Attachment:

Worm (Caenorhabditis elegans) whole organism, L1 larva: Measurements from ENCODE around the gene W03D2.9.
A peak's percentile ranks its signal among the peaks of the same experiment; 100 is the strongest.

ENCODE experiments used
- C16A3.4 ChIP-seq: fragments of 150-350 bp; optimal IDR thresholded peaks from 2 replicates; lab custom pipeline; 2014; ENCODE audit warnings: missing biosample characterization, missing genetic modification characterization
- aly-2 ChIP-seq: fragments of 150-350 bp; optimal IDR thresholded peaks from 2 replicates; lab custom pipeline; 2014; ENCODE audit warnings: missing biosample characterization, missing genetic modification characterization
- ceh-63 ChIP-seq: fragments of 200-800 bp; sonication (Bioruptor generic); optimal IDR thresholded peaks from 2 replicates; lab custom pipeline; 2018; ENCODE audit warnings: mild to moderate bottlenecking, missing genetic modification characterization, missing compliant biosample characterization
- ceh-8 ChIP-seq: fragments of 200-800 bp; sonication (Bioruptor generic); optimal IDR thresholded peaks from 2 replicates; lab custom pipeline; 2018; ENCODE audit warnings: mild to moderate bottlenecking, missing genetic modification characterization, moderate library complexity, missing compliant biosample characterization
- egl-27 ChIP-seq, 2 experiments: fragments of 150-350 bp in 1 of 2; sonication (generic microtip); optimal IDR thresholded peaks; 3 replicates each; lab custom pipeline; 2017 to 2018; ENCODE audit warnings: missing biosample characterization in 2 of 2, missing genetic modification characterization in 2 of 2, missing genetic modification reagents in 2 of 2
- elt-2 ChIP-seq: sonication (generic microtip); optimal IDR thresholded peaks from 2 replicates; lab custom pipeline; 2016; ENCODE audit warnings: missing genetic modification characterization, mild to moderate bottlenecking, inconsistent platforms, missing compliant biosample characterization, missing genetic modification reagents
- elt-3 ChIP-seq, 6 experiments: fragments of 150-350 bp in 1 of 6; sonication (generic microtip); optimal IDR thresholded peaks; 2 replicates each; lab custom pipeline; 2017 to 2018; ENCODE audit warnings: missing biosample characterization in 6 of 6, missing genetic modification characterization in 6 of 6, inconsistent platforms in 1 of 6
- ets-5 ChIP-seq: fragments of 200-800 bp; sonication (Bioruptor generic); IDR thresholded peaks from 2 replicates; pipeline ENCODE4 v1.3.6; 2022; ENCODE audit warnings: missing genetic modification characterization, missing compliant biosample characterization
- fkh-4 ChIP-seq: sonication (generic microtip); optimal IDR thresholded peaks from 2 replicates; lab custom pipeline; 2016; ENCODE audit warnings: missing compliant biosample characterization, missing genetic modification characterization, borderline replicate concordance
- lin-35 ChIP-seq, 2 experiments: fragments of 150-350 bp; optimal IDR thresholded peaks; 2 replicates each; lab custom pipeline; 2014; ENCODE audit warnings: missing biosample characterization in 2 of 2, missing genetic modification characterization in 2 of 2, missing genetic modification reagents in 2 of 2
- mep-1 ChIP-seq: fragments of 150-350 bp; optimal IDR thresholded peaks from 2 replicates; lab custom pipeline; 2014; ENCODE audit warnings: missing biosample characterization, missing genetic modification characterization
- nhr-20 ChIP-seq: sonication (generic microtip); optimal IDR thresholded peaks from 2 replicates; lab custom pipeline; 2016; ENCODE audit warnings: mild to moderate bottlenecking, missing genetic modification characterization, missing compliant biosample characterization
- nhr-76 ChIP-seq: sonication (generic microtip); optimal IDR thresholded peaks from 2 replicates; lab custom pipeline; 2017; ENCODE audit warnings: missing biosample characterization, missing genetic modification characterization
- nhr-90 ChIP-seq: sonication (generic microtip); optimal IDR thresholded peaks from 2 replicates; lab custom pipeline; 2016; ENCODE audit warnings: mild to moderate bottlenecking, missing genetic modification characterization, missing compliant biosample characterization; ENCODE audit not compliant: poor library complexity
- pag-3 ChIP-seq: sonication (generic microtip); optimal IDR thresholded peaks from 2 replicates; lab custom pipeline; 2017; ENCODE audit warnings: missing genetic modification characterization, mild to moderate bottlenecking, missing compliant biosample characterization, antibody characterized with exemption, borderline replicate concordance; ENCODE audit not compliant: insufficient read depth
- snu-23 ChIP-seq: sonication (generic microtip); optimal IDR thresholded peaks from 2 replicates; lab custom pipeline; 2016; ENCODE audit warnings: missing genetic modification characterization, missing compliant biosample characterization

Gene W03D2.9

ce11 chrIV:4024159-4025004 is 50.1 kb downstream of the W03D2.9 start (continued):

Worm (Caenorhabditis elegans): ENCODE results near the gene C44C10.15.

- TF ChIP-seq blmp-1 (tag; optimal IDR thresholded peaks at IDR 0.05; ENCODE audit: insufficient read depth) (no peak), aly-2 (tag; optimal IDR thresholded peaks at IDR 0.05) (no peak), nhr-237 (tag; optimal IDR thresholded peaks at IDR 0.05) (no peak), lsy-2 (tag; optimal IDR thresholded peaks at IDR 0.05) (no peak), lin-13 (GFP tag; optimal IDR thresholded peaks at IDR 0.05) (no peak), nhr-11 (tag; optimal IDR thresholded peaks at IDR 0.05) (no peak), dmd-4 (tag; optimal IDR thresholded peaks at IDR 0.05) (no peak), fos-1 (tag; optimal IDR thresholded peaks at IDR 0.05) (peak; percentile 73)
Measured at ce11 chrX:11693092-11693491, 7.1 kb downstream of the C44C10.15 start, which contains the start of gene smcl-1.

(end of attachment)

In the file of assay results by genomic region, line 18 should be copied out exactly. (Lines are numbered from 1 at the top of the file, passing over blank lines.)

- pag-3 ChIP-seq: sonication (generic microtip); optimal IDR thresholded peaks from 2 replicates; lab custom pipeline; 2017; ENCODE audit warnings: missing genetic modification characterization, mild to moderate bottlenecking, missing compliant biosample characterization, antibody characterized with exemption, borderline replicate concordance; ENCODE audit not compliant: insufficient read depth